Heritage Hustlers

The life of child tour-guides in Fatehpur Sikri

31 May, 2024

Eleven-year-old Adnan’s day starts with looking for tourists whom he can persuade to hire him as a tour guide at the historic Fatehpur Sikri—also known as the city of victory—in Uttar Pradesh’s Agra district. “Sometimes it gets difficult; tourists generally shoo us away thinking that we are frauds and we know nothing,” Adnan told me. Children like Adnan, from as young as five to their teens, swarm around tourists as they enter the fortified red sandstone complex of monuments, all competing to earn a living.

Adnan turned out to be an engaging storyteller. When I met him at the entrance of Fatehpur Sikri, he offered his guiding services for 50 rupees. Intrigued by the tiny tour guide, I agreed. He narrated the history of the site through stories while allowing me to appreciate the architecture. His tales were, to my surprise, accurate, a result of shadowing other guides and practising in front of friends.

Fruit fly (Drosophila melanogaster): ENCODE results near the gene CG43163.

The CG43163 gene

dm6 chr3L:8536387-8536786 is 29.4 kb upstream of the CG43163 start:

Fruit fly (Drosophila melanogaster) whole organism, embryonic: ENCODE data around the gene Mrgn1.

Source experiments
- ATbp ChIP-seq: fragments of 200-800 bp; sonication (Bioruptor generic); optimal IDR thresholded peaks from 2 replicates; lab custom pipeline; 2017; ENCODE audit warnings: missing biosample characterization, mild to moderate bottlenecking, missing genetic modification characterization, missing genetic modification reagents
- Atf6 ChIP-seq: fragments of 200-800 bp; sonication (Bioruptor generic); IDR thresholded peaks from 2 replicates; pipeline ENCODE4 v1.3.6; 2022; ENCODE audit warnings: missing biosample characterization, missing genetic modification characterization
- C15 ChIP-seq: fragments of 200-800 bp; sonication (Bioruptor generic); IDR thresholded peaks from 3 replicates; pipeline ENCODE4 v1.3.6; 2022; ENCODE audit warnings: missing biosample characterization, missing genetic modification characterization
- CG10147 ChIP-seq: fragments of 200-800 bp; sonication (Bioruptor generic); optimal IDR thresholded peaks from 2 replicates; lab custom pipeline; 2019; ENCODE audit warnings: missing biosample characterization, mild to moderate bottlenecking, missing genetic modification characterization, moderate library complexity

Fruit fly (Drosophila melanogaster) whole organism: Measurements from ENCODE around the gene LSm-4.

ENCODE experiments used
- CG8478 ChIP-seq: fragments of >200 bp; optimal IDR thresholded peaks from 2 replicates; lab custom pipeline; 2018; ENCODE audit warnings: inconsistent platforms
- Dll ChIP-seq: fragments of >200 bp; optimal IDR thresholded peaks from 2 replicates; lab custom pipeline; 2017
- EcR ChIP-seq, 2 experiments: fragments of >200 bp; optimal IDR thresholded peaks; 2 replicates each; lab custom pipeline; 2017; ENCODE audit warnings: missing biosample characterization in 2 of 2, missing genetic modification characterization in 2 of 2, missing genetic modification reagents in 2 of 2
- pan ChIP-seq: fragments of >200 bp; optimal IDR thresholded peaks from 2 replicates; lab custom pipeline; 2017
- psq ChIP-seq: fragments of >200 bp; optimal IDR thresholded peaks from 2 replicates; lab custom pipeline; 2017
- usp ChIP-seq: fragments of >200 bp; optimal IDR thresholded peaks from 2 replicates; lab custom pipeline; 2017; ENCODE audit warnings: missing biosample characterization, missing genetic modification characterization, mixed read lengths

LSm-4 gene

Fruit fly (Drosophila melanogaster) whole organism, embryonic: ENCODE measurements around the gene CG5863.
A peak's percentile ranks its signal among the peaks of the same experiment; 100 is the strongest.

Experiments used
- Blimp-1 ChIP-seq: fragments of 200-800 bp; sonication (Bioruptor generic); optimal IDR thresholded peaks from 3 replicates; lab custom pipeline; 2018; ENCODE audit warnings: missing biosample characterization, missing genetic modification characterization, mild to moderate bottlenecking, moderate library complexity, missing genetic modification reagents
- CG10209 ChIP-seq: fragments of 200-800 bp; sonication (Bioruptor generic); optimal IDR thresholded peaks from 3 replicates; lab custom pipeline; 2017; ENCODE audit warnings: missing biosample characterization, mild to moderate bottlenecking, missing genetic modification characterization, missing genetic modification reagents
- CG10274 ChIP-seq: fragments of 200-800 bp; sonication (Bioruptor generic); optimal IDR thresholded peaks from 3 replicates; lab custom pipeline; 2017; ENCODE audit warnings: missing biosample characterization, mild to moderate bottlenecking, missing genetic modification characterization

Fatehpur Sikri, built in the late sixteenth century by the Mughal emperor Akbar, was recognised as a UNESCO World Heritage Site in 1986. Despite this, the area remains impoverished, with locals relying on small tourism-related businesses. “Fatehpur Sikri is very poor, with limited work options,” Mohammad Qasim, a vendor inside the complex, told me. People either become tour guides or work in the carpet industry, which requires skills children do not possess. Consequently, parents who earn barely three to four hundred rupees a day encourage their children to become storytellers to supplement their family income. “Children from almost every family in the basti behind Fatehpur Sikri are involved in this work,” Qasim said.

“You’ll find around forty-five to fifty children working as tour guides every day,” Sahil Mohammad, a 19-year-old tour guide, who has been in the business for the last eight years, told me. “There isn’t a particular learning process; children mostly tag along with the experienced guides and learn everything that the elder guides speak. Sometimes, their parents make them learn history.”